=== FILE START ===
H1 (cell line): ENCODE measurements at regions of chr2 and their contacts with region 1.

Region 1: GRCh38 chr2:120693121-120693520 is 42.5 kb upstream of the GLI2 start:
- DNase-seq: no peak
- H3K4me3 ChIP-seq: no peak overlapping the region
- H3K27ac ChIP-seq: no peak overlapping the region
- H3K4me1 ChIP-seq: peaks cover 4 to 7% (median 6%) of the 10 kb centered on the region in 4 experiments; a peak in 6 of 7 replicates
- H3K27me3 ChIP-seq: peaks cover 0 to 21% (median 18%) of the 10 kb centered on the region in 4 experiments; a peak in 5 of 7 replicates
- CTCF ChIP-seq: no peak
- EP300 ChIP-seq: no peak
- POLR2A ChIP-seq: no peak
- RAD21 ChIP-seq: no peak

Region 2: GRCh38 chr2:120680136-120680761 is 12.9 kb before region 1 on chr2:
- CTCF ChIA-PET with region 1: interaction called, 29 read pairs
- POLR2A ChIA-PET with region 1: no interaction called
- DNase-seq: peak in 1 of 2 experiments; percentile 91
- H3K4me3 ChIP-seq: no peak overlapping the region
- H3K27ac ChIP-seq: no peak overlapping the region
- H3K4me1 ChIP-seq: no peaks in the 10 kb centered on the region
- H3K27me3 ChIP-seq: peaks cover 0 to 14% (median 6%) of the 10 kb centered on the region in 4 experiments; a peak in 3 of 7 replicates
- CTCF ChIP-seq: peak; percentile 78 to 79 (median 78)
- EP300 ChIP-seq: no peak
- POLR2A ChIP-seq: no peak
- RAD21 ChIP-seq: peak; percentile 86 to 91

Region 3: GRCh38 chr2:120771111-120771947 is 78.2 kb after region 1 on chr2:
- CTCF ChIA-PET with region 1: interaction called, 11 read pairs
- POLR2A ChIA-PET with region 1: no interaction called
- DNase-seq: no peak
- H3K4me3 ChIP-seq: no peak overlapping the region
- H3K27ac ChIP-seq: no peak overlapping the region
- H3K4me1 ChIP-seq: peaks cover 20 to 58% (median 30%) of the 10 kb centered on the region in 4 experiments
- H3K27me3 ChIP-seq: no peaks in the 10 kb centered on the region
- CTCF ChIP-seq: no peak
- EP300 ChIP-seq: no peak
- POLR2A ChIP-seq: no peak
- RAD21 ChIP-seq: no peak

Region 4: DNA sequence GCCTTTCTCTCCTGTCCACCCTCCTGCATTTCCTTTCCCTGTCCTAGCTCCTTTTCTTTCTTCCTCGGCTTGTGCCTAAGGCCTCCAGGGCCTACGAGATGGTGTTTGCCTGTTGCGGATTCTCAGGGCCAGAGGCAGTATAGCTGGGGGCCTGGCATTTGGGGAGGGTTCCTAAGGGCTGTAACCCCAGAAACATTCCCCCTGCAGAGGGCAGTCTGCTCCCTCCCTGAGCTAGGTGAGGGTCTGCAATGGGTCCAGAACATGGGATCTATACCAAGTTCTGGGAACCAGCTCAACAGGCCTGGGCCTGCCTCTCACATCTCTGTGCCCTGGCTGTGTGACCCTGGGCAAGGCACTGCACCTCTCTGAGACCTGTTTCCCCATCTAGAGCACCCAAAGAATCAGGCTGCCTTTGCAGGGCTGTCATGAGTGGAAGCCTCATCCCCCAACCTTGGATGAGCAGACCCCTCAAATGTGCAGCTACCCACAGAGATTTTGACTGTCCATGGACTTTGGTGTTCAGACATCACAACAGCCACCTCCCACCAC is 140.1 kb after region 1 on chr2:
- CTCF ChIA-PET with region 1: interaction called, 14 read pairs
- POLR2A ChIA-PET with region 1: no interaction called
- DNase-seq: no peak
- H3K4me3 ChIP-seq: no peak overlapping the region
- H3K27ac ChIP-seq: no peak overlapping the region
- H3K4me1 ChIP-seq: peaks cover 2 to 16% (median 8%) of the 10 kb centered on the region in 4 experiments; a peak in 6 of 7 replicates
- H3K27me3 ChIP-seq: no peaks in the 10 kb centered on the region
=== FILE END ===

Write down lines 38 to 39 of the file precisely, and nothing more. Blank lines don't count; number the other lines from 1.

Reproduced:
- POLR2A ChIA-PET with region 1: no interaction called
- DNase-seq: no peak